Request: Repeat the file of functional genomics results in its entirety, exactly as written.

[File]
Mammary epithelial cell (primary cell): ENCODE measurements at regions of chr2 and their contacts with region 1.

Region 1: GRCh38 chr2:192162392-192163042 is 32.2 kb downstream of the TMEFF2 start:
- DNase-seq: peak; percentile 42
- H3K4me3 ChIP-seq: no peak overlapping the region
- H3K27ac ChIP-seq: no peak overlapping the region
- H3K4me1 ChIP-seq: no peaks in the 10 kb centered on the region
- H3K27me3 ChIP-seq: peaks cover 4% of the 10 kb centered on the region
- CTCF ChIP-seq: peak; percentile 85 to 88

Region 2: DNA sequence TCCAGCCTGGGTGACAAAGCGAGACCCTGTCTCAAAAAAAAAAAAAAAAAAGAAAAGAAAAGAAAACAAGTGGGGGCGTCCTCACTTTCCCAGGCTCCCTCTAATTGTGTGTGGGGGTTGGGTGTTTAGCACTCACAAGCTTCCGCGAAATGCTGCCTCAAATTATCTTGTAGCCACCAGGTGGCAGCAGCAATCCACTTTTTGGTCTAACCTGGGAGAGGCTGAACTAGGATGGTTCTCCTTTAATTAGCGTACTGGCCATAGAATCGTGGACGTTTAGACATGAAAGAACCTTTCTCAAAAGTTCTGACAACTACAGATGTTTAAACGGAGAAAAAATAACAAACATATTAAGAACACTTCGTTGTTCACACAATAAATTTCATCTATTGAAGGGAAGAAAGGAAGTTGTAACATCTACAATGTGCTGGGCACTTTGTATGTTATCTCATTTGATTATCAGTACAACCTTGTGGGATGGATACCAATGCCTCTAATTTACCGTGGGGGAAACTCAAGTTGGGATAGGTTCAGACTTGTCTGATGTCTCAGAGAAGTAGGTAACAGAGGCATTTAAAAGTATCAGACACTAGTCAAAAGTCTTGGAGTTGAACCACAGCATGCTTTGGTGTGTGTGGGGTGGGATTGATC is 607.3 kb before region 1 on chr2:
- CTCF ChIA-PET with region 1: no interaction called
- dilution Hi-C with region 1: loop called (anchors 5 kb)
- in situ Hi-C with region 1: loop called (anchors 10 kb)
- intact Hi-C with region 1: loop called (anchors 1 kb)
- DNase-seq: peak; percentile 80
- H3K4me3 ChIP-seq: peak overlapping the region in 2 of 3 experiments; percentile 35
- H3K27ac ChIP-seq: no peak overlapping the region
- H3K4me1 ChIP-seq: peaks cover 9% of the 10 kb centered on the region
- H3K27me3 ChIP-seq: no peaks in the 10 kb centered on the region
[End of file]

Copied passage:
Mammary epithelial cell (primary cell): ENCODE measurements at regions of chr2 and their contacts with region 1.

Region 1: GRCh38 chr2:192162392-192163042 is 32.2 kb downstream of the TMEFF2 start:
- DNase-seq: peak; percentile 42
- H3K4me3 ChIP-seq: no peak overlapping the region
- H3K27ac ChIP-seq: no peak overlapping the region
- H3K4me1 ChIP-seq: no peaks in the 10 kb centered on the region
- H3K27me3 ChIP-seq: peaks cover 4% of the 10 kb centered on the region
- CTCF ChIP-seq: peak; percentile 85 to 88

Region 2: DNA sequence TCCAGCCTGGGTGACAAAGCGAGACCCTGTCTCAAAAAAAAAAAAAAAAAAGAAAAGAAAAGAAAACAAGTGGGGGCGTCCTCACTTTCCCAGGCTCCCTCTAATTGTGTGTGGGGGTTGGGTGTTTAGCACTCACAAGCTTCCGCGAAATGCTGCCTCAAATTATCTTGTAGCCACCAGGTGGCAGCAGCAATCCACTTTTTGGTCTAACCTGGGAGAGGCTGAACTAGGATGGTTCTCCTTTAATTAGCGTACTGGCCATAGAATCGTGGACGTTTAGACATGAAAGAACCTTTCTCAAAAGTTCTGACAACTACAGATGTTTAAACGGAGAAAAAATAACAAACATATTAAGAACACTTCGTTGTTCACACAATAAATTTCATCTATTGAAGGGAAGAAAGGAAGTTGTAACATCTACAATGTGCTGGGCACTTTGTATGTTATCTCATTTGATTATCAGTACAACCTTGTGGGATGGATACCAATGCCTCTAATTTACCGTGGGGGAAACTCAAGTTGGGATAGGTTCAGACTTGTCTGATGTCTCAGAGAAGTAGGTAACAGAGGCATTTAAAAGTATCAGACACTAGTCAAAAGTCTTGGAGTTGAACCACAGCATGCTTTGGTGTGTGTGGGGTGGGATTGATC is 607.3 kb before region 1 on chr2:
- CTCF ChIA-PET with region 1: no interaction called
- dilution Hi-C with region 1: loop called (anchors 5 kb)
- in situ Hi-C with region 1: loop called (anchors 10 kb)
- intact Hi-C with region 1: loop called (anchors 1 kb)
- DNase-seq: peak; percentile 80
- H3K4me3 ChIP-seq: peak overlapping the region in 2 of 3 experiments; percentile 35
- H3K27ac ChIP-seq: no peak overlapping the region
- H3K4me1 ChIP-seq: peaks cover 9% of the 10 kb centered on the region
- H3K27me3 ChIP-seq: no peaks in the 10 kb centered on the region